08 Sep 2012

Sample Essay: The Cask of Amontillado

Poe weaves a mood of gloom, despondency and grotesque into “The Cask of Amantillado” by using various literary devices such as plot, setting, theme, etc. The plot is diabolical and simple. Planning to take revenge on Fortunato, Montresor lures him to the deep family wine vault and buries him alive in the crypt. “Every action that Montresor takes in order to redress the wrongs he has suffered at the hand of Fortunato strengthens the tale’s tone of impending doom” (Smith 225). The story takes place at dusk in an unnamed European city. It opens at the time of the carnival season and soon shifts into “a deep crypt, in which the foulness of the air caused our flambeaux rather to glow than flame” – setting up the sinister atmosphere of the story.  “The Cask of Amontillado” is a first person narrative and Montresor is the narrator. This approach exposes the workings of a criminal mind and intensifies the sense of shock and horror (Garrity 117). The main theme of story is one of revenge. “I must not only punish but punish with impunity” says Montresor. There is also the theme of reverse psychology in the plot. Montresor says if Fortunato is too busy, he will take Luchesi instead to taste the wine knowing well that Fortunato does not like Luchesi and loves rare wine and these references will persuade him to follow Montresor.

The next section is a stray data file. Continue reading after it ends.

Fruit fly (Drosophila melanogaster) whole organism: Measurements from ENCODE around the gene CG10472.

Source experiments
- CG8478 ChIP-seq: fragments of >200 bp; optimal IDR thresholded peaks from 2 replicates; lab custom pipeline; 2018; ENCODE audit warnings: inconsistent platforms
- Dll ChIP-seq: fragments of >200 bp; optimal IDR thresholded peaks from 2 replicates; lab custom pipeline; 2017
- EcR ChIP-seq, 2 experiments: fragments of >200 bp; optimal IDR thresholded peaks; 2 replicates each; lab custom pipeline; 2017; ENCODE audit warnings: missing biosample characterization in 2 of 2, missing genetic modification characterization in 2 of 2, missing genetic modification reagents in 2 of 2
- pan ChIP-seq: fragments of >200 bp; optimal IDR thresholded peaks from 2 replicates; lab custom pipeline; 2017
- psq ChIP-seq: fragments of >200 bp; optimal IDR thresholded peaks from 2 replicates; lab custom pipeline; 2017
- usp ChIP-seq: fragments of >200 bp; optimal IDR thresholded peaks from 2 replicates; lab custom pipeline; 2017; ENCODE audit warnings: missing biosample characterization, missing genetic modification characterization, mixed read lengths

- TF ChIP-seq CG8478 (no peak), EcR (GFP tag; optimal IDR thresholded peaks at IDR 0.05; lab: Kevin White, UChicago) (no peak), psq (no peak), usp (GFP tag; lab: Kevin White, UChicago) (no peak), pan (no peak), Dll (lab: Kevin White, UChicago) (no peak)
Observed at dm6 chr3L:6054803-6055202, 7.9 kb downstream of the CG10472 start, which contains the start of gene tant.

In “The Cask of Amontillado” there is a fusion of a macabre sense of humor with deep irony. Montresor keeps toasting to the health of Fortunato whom he plans to murder, as they both descend to the catacombs.  “It reflects the humor of a mind tickled by its own perversity” (Magistrale 94).  Dramatic irony occurs when Fortunato goes into the cellar unaware that he is moving towards his end. Verbal irony is present when Montresor responds “True—true…” in response to Fortunato’s remark “I will not die of a cough”.  The ultimate irony is that Montresor who seeks peace by killing Fortunato finds himself entrapped in the memories of the crime even fifty years later.

Works Cited

Garrity, Roberts Nancy (2000). Classic Middle School Literature Mystery: Mystery. Good Year Books, 2000

Magistrale, Tony (2001). Student Companion to Edgar Allan Poe. Greenwood Press, Westport, CT

Smith, A. Patrick (2002). Thematic Guide to Popular Short Stories. Greenwood Publishing Group, 2002

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